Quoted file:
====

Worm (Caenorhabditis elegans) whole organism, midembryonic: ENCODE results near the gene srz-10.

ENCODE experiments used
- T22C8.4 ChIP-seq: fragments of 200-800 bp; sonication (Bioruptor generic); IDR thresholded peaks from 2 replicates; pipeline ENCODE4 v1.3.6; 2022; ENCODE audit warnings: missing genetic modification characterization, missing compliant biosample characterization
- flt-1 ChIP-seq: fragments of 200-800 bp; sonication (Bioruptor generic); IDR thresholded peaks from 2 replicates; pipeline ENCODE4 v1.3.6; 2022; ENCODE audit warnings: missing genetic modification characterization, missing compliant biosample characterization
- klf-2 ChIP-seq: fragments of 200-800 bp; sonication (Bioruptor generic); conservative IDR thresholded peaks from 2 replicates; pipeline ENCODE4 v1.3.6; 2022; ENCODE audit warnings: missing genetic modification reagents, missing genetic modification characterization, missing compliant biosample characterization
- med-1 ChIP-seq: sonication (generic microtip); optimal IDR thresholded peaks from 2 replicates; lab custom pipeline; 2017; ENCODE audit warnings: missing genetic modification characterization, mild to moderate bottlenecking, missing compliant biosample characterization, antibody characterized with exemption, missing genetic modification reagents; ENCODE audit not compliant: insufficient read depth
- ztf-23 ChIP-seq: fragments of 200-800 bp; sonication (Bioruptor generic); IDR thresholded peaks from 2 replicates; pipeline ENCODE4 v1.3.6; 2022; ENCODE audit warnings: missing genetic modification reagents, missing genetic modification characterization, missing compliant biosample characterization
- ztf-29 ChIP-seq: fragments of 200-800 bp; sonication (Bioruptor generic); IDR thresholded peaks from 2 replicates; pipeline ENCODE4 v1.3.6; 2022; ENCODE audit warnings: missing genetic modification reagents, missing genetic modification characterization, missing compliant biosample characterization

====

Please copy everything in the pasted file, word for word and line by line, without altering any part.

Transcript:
Worm (Caenorhabditis elegans) whole organism, midembryonic: ENCODE results near the gene srz-10.

ENCODE experiments used
- T22C8.4 ChIP-seq: fragments of 200-800 bp; sonication (Bioruptor generic); IDR thresholded peaks from 2 replicates; pipeline ENCODE4 v1.3.6; 2022; ENCODE audit warnings: missing genetic modification characterization, missing compliant biosample characterization
- flt-1 ChIP-seq: fragments of 200-800 bp; sonication (Bioruptor generic); IDR thresholded peaks from 2 replicates; pipeline ENCODE4 v1.3.6; 2022; ENCODE audit warnings: missing genetic modification characterization, missing compliant biosample characterization
- klf-2 ChIP-seq: fragments of 200-800 bp; sonication (Bioruptor generic); conservative IDR thresholded peaks from 2 replicates; pipeline ENCODE4 v1.3.6; 2022; ENCODE audit warnings: missing genetic modification reagents, missing genetic modification characterization, missing compliant biosample characterization
- med-1 ChIP-seq: sonication (generic microtip); optimal IDR thresholded peaks from 2 replicates; lab custom pipeline; 2017; ENCODE audit warnings: missing genetic modification characterization, mild to moderate bottlenecking, missing compliant biosample characterization, antibody characterized with exemption, missing genetic modification reagents; ENCODE audit not compliant: insufficient read depth
- ztf-23 ChIP-seq: fragments of 200-800 bp; sonication (Bioruptor generic); IDR thresholded peaks from 2 replicates; pipeline ENCODE4 v1.3.6; 2022; ENCODE audit warnings: missing genetic modification reagents, missing genetic modification characterization, missing compliant biosample characterization
- ztf-29 ChIP-seq: fragments of 200-800 bp; sonication (Bioruptor generic); IDR thresholded peaks from 2 replicates; pipeline ENCODE4 v1.3.6; 2022; ENCODE audit warnings: missing genetic modification reagents, missing genetic modification characterization, missing compliant biosample characterization